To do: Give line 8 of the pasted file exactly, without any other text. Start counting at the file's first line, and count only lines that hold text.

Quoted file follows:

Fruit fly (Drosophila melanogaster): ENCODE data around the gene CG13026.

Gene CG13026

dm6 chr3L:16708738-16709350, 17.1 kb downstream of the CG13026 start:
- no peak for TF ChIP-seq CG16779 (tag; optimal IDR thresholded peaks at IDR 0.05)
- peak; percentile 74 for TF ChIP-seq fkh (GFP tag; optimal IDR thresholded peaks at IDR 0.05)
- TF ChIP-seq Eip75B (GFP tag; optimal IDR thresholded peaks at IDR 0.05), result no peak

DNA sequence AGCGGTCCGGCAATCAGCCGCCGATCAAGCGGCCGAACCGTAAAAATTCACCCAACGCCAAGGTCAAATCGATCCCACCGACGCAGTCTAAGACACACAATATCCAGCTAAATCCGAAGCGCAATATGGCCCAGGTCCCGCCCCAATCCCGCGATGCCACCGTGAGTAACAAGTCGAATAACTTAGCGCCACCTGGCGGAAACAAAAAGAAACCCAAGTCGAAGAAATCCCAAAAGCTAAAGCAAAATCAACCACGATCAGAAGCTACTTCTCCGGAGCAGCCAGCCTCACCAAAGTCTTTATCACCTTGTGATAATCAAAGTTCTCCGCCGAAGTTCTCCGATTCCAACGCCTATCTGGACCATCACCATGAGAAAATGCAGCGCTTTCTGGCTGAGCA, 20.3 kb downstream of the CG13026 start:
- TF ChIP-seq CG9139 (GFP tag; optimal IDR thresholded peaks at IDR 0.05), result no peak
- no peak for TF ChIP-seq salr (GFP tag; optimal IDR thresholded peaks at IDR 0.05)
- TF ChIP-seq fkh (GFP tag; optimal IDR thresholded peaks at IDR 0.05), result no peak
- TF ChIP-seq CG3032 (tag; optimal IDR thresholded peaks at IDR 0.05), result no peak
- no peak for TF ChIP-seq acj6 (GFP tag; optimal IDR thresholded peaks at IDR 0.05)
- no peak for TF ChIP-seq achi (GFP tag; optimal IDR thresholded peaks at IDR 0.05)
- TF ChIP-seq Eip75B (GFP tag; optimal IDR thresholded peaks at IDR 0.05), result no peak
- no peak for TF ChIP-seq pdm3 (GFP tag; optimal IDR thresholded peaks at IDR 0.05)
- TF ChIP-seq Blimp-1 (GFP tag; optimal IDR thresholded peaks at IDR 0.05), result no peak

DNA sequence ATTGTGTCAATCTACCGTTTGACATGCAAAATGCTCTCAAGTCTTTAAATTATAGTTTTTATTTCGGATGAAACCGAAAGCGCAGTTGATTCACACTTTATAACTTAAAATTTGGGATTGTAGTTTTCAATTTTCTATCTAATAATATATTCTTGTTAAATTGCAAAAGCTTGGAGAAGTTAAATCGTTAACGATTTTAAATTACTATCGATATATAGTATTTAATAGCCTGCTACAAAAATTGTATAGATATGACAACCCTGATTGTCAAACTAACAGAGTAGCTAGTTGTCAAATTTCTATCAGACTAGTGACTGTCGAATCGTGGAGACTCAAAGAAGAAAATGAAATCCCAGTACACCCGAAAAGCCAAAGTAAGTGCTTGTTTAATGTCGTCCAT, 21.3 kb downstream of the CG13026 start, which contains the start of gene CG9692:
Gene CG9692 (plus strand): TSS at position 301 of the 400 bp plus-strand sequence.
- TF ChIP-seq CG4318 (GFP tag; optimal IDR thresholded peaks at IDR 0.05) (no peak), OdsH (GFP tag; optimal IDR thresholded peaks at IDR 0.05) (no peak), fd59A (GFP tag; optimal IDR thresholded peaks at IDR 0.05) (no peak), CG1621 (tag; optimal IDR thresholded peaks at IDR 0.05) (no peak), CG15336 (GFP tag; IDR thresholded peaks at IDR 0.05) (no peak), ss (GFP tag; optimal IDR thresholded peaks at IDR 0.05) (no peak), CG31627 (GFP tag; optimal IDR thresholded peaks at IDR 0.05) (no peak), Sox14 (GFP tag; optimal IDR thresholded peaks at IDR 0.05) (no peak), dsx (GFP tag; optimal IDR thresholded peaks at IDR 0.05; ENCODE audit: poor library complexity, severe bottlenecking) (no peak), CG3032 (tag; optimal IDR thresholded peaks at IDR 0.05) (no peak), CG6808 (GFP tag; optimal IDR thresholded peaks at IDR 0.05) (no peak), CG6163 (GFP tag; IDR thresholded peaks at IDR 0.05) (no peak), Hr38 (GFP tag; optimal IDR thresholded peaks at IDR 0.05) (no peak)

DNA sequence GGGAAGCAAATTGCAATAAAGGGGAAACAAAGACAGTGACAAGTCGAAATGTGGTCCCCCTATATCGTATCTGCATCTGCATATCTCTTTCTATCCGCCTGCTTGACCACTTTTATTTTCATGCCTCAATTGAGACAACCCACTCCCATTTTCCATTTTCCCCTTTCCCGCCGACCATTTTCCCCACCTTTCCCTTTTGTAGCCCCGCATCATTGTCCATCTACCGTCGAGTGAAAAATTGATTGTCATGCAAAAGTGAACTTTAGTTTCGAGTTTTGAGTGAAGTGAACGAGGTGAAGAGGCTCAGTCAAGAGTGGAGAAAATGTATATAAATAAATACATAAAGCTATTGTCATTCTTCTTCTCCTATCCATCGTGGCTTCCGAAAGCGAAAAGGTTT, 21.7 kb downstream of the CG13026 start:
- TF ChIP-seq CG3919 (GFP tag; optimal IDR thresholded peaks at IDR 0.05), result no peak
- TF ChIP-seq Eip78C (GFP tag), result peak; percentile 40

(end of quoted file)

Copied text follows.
- TF ChIP-seq CG9139 (GFP tag; optimal IDR thresholded peaks at IDR 0.05), result no peak